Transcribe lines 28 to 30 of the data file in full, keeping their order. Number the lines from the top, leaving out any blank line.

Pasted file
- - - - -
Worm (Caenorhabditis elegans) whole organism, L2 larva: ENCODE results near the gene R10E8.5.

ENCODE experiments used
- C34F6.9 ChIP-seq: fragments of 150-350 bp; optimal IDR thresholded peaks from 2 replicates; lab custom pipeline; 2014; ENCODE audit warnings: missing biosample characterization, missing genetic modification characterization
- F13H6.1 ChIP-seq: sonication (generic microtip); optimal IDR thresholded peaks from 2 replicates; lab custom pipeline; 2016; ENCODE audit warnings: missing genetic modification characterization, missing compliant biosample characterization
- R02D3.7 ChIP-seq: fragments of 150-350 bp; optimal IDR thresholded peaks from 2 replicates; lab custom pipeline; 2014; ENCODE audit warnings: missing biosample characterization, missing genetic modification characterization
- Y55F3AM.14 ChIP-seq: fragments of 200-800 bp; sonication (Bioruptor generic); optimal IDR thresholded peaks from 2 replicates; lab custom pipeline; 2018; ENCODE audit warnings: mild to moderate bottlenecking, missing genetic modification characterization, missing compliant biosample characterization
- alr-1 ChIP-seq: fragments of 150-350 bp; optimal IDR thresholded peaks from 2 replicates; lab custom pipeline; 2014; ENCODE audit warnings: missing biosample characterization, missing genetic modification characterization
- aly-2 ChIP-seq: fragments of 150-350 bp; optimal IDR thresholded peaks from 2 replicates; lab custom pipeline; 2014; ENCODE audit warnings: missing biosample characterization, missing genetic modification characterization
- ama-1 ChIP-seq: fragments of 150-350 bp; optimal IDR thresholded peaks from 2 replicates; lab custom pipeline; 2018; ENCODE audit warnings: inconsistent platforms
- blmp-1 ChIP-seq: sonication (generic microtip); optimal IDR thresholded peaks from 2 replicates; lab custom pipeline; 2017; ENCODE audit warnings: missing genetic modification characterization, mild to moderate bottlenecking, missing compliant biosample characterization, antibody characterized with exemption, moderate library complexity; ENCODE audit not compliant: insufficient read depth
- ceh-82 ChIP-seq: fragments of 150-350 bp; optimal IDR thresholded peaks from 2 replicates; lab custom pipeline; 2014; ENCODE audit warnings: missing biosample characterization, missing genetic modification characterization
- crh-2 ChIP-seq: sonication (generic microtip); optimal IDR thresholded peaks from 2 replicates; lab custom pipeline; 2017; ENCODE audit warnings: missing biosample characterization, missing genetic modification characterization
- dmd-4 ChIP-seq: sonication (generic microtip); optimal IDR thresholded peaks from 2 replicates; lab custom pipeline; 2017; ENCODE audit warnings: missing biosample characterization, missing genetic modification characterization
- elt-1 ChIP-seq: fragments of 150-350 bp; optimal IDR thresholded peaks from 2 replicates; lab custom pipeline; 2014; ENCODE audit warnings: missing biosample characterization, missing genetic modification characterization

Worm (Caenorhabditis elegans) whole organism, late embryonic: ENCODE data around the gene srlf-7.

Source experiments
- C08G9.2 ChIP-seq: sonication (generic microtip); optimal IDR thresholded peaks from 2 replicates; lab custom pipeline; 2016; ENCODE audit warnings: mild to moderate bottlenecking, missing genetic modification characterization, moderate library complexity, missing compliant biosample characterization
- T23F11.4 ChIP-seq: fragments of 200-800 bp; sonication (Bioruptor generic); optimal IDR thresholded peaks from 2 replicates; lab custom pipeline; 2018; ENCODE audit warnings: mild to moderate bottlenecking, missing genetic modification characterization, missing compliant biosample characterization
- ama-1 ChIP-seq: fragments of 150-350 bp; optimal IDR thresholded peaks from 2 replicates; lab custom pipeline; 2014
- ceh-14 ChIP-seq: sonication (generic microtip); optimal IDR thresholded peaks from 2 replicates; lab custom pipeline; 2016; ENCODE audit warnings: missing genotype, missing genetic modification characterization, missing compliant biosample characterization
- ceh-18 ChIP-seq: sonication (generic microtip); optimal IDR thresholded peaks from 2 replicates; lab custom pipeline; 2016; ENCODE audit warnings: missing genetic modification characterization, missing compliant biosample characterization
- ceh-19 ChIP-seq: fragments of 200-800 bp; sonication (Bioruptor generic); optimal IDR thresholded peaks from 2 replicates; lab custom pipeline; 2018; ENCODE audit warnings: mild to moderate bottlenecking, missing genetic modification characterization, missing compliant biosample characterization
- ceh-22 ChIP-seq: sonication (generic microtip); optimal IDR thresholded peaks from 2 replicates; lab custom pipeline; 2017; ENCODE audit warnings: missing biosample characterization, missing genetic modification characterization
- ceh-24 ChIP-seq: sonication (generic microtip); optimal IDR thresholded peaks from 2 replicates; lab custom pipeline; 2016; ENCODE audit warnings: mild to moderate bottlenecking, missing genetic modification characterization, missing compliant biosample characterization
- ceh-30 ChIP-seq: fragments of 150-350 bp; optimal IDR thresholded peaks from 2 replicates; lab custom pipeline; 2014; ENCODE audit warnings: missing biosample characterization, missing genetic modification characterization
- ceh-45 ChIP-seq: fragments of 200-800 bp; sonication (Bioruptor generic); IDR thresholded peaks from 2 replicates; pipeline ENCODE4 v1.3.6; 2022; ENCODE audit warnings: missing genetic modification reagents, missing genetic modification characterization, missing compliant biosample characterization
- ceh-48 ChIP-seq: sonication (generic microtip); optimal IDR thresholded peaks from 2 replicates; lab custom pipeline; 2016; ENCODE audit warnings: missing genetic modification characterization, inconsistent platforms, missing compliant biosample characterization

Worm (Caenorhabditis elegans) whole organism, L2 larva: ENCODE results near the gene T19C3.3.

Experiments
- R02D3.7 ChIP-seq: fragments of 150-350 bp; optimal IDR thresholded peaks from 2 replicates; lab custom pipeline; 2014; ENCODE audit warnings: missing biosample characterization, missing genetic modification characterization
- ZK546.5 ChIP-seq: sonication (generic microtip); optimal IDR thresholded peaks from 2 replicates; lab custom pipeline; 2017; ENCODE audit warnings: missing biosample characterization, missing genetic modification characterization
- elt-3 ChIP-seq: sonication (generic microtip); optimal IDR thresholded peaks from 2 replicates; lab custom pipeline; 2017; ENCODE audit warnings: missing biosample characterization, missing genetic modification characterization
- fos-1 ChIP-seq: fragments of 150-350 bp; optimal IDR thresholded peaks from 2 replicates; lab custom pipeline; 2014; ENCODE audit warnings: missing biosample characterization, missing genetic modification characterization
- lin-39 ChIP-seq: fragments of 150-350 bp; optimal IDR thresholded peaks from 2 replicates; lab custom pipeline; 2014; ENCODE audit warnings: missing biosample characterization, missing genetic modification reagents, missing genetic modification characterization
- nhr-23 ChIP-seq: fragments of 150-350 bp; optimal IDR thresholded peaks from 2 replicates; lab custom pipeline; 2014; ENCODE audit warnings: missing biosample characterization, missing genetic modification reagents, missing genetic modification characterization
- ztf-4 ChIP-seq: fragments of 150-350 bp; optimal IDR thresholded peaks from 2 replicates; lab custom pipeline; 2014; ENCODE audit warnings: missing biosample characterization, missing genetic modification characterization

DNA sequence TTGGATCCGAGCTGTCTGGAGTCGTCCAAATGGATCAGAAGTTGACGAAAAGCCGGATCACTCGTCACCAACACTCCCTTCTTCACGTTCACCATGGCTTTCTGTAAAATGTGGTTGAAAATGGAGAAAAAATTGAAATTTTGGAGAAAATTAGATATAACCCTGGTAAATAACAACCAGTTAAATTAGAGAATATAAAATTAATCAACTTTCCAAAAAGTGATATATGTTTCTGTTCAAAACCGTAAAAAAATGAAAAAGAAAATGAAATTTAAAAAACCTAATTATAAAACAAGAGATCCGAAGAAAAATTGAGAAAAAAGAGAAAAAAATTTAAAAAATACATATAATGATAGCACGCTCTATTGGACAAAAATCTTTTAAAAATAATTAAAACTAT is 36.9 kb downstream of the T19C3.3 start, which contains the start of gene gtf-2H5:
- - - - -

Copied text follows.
Worm (Caenorhabditis elegans) whole organism, L2 larva: ENCODE results near the gene T19C3.3.

Experiments
- R02D3.7 ChIP-seq: fragments of 150-350 bp; optimal IDR thresholded peaks from 2 replicates; lab custom pipeline; 2014; ENCODE audit warnings: missing biosample characterization, missing genetic modification characterization